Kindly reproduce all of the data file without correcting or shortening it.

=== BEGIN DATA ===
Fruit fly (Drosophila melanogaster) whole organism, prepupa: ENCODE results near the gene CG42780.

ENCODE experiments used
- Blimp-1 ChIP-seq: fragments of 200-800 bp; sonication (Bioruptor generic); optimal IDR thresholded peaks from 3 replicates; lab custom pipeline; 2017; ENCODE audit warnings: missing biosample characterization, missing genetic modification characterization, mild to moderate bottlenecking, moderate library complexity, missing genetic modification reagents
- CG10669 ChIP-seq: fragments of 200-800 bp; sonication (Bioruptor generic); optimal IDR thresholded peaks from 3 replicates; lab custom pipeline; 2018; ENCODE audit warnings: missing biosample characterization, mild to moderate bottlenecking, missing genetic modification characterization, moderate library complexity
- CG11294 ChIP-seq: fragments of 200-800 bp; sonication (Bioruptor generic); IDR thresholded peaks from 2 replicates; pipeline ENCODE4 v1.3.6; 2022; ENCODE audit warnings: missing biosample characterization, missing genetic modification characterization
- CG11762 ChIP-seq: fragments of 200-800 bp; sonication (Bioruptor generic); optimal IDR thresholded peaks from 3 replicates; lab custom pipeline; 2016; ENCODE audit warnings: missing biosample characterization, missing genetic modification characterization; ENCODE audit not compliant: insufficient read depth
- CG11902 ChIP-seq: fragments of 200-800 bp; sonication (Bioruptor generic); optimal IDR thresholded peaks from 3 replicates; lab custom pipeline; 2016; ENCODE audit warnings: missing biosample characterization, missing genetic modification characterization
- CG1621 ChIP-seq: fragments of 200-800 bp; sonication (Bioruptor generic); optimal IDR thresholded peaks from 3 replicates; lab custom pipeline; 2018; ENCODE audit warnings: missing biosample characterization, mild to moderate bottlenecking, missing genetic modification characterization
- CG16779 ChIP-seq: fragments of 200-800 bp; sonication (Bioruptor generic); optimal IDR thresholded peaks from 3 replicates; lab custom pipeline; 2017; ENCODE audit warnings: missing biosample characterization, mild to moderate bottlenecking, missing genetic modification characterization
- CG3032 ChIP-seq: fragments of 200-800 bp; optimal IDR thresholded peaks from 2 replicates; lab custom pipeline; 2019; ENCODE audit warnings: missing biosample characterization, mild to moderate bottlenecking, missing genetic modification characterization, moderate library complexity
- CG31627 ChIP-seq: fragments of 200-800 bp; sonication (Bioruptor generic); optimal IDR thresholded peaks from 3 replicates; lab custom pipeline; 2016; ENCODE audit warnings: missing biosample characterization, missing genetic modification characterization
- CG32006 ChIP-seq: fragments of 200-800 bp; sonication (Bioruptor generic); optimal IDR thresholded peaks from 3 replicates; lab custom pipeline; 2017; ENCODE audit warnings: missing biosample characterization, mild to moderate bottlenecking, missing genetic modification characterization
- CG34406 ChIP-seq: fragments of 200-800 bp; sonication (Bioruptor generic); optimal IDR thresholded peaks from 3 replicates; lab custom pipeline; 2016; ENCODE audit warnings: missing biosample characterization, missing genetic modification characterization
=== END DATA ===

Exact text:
Fruit fly (Drosophila melanogaster) whole organism, prepupa: ENCODE results near the gene CG42780.

ENCODE experiments used
- Blimp-1 ChIP-seq: fragments of 200-800 bp; sonication (Bioruptor generic); optimal IDR thresholded peaks from 3 replicates; lab custom pipeline; 2017; ENCODE audit warnings: missing biosample characterization, missing genetic modification characterization, mild to moderate bottlenecking, moderate library complexity, missing genetic modification reagents
- CG10669 ChIP-seq: fragments of 200-800 bp; sonication (Bioruptor generic); optimal IDR thresholded peaks from 3 replicates; lab custom pipeline; 2018; ENCODE audit warnings: missing biosample characterization, mild to moderate bottlenecking, missing genetic modification characterization, moderate library complexity
- CG11294 ChIP-seq: fragments of 200-800 bp; sonication (Bioruptor generic); IDR thresholded peaks from 2 replicates; pipeline ENCODE4 v1.3.6; 2022; ENCODE audit warnings: missing biosample characterization, missing genetic modification characterization
- CG11762 ChIP-seq: fragments of 200-800 bp; sonication (Bioruptor generic); optimal IDR thresholded peaks from 3 replicates; lab custom pipeline; 2016; ENCODE audit warnings: missing biosample characterization, missing genetic modification characterization; ENCODE audit not compliant: insufficient read depth
- CG11902 ChIP-seq: fragments of 200-800 bp; sonication (Bioruptor generic); optimal IDR thresholded peaks from 3 replicates; lab custom pipeline; 2016; ENCODE audit warnings: missing biosample characterization, missing genetic modification characterization
- CG1621 ChIP-seq: fragments of 200-800 bp; sonication (Bioruptor generic); optimal IDR thresholded peaks from 3 replicates; lab custom pipeline; 2018; ENCODE audit warnings: missing biosample characterization, mild to moderate bottlenecking, missing genetic modification characterization
- CG16779 ChIP-seq: fragments of 200-800 bp; sonication (Bioruptor generic); optimal IDR thresholded peaks from 3 replicates; lab custom pipeline; 2017; ENCODE audit warnings: missing biosample characterization, mild to moderate bottlenecking, missing genetic modification characterization
- CG3032 ChIP-seq: fragments of 200-800 bp; optimal IDR thresholded peaks from 2 replicates; lab custom pipeline; 2019; ENCODE audit warnings: missing biosample characterization, mild to moderate bottlenecking, missing genetic modification characterization, moderate library complexity
- CG31627 ChIP-seq: fragments of 200-800 bp; sonication (Bioruptor generic); optimal IDR thresholded peaks from 3 replicates; lab custom pipeline; 2016; ENCODE audit warnings: missing biosample characterization, missing genetic modification characterization
- CG32006 ChIP-seq: fragments of 200-800 bp; sonication (Bioruptor generic); optimal IDR thresholded peaks from 3 replicates; lab custom pipeline; 2017; ENCODE audit warnings: missing biosample characterization, mild to moderate bottlenecking, missing genetic modification characterization
- CG34406 ChIP-seq: fragments of 200-800 bp; sonication (Bioruptor generic); optimal IDR thresholded peaks from 3 replicates; lab custom pipeline; 2016; ENCODE audit warnings: missing biosample characterization, missing genetic modification characterization